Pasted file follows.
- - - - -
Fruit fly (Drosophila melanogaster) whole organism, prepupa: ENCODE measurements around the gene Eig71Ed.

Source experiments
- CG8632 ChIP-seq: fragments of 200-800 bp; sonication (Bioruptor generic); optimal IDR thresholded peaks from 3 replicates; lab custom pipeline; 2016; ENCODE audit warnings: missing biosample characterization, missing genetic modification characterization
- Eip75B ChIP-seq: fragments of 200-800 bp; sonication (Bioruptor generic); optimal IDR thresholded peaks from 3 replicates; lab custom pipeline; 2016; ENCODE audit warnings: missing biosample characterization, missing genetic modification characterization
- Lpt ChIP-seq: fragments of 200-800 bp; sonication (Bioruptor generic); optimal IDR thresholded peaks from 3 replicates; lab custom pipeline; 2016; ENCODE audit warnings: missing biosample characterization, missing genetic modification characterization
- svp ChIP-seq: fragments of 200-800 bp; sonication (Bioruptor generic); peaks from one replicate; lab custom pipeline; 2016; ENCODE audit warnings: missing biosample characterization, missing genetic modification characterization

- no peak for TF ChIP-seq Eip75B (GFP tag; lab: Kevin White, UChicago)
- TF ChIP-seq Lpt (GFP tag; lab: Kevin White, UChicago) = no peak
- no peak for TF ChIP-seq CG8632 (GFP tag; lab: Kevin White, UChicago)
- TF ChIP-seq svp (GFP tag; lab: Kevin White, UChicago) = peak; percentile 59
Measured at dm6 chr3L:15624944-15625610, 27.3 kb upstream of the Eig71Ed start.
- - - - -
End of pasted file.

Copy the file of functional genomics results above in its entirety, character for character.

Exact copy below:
Fruit fly (Drosophila melanogaster) whole organism, prepupa: ENCODE measurements around the gene Eig71Ed.

Source experiments
- CG8632 ChIP-seq: fragments of 200-800 bp; sonication (Bioruptor generic); optimal IDR thresholded peaks from 3 replicates; lab custom pipeline; 2016; ENCODE audit warnings: missing biosample characterization, missing genetic modification characterization
- Eip75B ChIP-seq: fragments of 200-800 bp; sonication (Bioruptor generic); optimal IDR thresholded peaks from 3 replicates; lab custom pipeline; 2016; ENCODE audit warnings: missing biosample characterization, missing genetic modification characterization
- Lpt ChIP-seq: fragments of 200-800 bp; sonication (Bioruptor generic); optimal IDR thresholded peaks from 3 replicates; lab custom pipeline; 2016; ENCODE audit warnings: missing biosample characterization, missing genetic modification characterization
- svp ChIP-seq: fragments of 200-800 bp; sonication (Bioruptor generic); peaks from one replicate; lab custom pipeline; 2016; ENCODE audit warnings: missing biosample characterization, missing genetic modification characterization

- no peak for TF ChIP-seq Eip75B (GFP tag; lab: Kevin White, UChicago)
- TF ChIP-seq Lpt (GFP tag; lab: Kevin White, UChicago) = no peak
- no peak for TF ChIP-seq CG8632 (GFP tag; lab: Kevin White, UChicago)
- TF ChIP-seq svp (GFP tag; lab: Kevin White, UChicago) = peak; percentile 59
Measured at dm6 chr3L:15624944-15625610, 27.3 kb upstream of the Eig71Ed start.